I've always secretly believed that there's only one thing better than being super rich, and that's being born into a family of people who are super rich. Because that way, you don't have to do any of the work and you can just bathe in chocolate and eat gold-crusted steaks for lunch, or whatever it is that wealthy people do. Sadly, my eyes have just been opened to a harsh reality: just because you're born into a wealthy family doesn't mean you're inheriting money, apparently. I mean, Ashton Kutcher and Mila Kunis' kids won't inherit their money, so other than the love and affection and all that jazz, where's the benefit, right?
The couple, who got married in 2015, are reportedly not leaving money in trusts for their two kids, 3-year-old daughter Wyatt and 1-year-old son Dimitri. As Fatherly reported, during a recent appearance on his friend Dax Shepard's podcast Armchair Expert, Kutcher opened up about his plans to "leave his money to charity" instead of leaving his money (or wife Kunis') to his children. I mean, I hope they have plenty of time before they have to worry about such things, but the 40-year-old actor from The Ranch seemed pretty firm about his plans.
Kutcher told Shepard, "I’m not setting up a trust for them. We’ll end up giving our money away to charity and to various things."
It seems both he and Bad Moms' actress Kunis are concerned over the possibility that their kids could grow up feeling spoiled and entitled, because they already live "a really privileged life and they don't even know it."
It's true, of course; Kutcher was in the news recently for extolling the virtues of an $1,100 "robo-crib" that helped lull baby Dimitri to sleep and allow the parents to get a little shut-eye themselves.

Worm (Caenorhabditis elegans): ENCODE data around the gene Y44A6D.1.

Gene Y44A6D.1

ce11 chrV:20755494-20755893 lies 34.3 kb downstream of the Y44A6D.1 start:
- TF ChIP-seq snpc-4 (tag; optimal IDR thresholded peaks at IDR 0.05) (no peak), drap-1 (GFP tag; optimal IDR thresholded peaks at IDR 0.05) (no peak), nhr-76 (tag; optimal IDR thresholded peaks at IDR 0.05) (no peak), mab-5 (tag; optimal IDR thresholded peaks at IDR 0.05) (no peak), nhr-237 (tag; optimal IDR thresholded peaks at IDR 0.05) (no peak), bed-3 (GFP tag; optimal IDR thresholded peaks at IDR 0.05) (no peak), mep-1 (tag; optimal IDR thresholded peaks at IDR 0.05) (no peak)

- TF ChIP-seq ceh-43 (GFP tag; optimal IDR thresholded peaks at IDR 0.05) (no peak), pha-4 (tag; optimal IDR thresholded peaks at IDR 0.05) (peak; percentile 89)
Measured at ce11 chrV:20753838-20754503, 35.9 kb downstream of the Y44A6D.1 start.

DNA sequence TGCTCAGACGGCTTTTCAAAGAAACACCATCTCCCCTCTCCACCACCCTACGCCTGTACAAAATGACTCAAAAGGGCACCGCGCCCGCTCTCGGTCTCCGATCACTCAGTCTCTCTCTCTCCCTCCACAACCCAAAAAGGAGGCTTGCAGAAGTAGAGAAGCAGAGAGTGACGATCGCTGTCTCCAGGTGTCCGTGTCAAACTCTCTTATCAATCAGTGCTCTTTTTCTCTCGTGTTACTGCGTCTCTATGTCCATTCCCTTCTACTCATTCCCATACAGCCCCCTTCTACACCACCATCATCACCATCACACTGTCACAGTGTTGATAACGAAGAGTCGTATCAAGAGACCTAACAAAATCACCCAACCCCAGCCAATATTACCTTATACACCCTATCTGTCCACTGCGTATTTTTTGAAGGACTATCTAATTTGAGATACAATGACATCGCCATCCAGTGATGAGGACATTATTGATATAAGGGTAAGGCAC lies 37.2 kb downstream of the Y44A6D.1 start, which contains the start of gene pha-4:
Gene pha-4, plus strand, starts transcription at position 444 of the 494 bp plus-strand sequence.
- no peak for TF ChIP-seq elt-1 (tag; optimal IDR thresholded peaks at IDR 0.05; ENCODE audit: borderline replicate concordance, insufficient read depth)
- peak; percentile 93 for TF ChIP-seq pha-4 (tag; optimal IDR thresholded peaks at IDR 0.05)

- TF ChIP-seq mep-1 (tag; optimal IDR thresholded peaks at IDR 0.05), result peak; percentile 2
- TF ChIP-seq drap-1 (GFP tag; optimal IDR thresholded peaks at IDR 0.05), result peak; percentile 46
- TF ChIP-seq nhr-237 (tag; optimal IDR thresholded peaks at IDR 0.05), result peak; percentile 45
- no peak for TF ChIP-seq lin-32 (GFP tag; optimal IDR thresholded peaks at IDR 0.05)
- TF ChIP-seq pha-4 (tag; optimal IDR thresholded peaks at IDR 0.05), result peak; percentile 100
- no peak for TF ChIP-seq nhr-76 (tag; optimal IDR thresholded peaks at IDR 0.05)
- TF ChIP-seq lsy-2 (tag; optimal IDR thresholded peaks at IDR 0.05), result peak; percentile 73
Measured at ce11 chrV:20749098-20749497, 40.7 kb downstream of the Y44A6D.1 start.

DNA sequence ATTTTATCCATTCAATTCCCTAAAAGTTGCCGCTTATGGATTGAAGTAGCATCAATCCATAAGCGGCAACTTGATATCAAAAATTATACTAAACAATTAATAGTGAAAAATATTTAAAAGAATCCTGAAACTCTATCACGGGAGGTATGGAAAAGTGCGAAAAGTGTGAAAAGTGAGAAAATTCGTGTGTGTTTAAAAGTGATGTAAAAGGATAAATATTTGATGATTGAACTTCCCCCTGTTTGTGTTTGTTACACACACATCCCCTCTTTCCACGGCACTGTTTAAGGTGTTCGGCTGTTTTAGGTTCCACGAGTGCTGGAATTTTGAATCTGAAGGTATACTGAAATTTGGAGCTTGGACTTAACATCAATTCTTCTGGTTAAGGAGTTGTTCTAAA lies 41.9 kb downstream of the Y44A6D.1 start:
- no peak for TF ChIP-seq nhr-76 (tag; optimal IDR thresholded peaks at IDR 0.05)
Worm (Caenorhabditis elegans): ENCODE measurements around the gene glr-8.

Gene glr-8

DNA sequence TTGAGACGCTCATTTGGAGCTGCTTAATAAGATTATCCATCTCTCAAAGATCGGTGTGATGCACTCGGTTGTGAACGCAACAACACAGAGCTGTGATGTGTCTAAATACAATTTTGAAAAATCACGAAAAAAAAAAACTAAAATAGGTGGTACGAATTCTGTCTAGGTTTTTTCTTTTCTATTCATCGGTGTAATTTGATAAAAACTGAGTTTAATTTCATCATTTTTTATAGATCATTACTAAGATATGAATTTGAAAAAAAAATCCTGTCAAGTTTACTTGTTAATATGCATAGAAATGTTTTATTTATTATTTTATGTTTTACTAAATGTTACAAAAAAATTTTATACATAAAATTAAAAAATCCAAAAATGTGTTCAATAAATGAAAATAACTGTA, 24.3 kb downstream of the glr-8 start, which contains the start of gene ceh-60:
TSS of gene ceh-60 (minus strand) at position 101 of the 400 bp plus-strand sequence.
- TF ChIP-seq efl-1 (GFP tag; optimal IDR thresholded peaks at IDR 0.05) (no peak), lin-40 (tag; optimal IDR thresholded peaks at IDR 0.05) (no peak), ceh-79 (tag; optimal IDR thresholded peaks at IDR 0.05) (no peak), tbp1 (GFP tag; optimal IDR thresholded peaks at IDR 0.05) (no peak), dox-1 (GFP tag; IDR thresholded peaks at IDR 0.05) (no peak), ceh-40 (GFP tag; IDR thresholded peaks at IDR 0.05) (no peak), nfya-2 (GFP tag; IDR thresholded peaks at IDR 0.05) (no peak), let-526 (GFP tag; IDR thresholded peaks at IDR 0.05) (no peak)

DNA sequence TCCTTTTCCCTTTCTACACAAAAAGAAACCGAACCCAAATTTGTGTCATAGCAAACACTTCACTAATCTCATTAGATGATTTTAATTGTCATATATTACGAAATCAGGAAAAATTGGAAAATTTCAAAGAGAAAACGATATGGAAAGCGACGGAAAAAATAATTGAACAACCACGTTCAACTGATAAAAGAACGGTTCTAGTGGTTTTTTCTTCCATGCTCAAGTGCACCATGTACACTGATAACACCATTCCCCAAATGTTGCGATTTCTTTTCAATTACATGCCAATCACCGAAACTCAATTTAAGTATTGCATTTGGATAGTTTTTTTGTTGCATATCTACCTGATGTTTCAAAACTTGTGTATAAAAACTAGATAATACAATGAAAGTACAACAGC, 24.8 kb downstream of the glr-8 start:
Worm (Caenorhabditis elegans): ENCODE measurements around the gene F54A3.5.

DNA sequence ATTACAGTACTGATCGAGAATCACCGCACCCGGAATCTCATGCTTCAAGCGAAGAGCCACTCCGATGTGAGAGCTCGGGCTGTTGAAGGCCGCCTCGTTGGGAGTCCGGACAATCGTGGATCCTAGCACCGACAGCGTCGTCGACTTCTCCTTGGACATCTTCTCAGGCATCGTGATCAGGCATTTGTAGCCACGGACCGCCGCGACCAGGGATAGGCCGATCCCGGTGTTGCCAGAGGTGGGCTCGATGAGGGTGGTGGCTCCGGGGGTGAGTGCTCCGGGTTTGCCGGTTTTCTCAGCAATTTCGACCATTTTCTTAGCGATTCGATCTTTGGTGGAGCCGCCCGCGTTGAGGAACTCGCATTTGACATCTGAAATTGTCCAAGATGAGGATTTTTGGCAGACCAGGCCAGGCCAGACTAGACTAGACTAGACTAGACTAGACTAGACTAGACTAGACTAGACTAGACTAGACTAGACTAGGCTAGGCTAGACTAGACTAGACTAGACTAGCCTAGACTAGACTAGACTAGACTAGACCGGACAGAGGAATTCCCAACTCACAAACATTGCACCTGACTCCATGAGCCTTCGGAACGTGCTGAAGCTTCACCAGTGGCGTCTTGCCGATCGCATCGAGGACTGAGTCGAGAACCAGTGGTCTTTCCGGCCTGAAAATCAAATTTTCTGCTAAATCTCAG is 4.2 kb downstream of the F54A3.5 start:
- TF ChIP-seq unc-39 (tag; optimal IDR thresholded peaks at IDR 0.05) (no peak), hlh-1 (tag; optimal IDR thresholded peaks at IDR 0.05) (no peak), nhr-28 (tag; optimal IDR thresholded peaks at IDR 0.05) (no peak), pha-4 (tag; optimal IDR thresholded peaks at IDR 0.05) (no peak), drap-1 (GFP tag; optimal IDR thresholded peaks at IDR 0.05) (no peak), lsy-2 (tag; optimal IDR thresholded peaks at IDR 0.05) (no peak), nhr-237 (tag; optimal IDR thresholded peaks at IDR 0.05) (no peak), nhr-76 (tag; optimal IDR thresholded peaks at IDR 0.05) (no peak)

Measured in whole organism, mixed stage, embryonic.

Now before you go worrying that little Wyatt and Dimitri will some day have to shill on the streets to make money, Kutcher plans to help his kids in a more proactive way than simply handing them money and hoping for the best. Extra reported that he told Shepard:
If my kids want to start a business and they have a good business plan, I’ll invest in it, but they’re not getting trusts. So hopefully they’ll be motivated to have what they had or some version of what they had.
Kutcher and Kunis are by no means the only set of wealthy, successful parents to decided not to leave their money to their children in an effort to foster independence. Billionaires like Bill and Melinda Gates, Mark Zuckerberg and Priscilla Chen, Warren Buffett, and Michael Bloomberg have all been open about their plans to leave the vast majority of their fortunes to charity rather than their children. As Buffett told Fortune in 1986, he wanted to leave his children "enough money so that they would feel they could do anything, but not so much that they could do nothing.''
Don't worry about these kids though, guys; each of these wealthy entrepreneurs plans to leave their children perfectly comfortable. In Buffett's case, he plans to leave each of his children $2 billion, rather than the bulk of his estimated $55 billion estate.
Kunis told Entertainment Tonight in 2017 that there's one particular concern driving her need to avoid spoiling her kids:
Yeah, we're not gonna raise a**holes. There's enough a**holes in this world! We don't need to contribute.
I mean, when you put it that way... sure. It seems like Kutcher and Kunis have gotten parenting figured out. And now that I give it some thought, I guess it would be sort of strange to just have all of that money handed to you when you didn't do anything to earn it, right? Although I'm happy to give it a whirl just to check.
Check out Romper's new video series, Bearing The Motherload, where disagreeing parents from different sides of an issue sit down with a mediator and talk about how to support (and not judge) each other’s parenting perspectives. New episodes air Mondays on Facebook.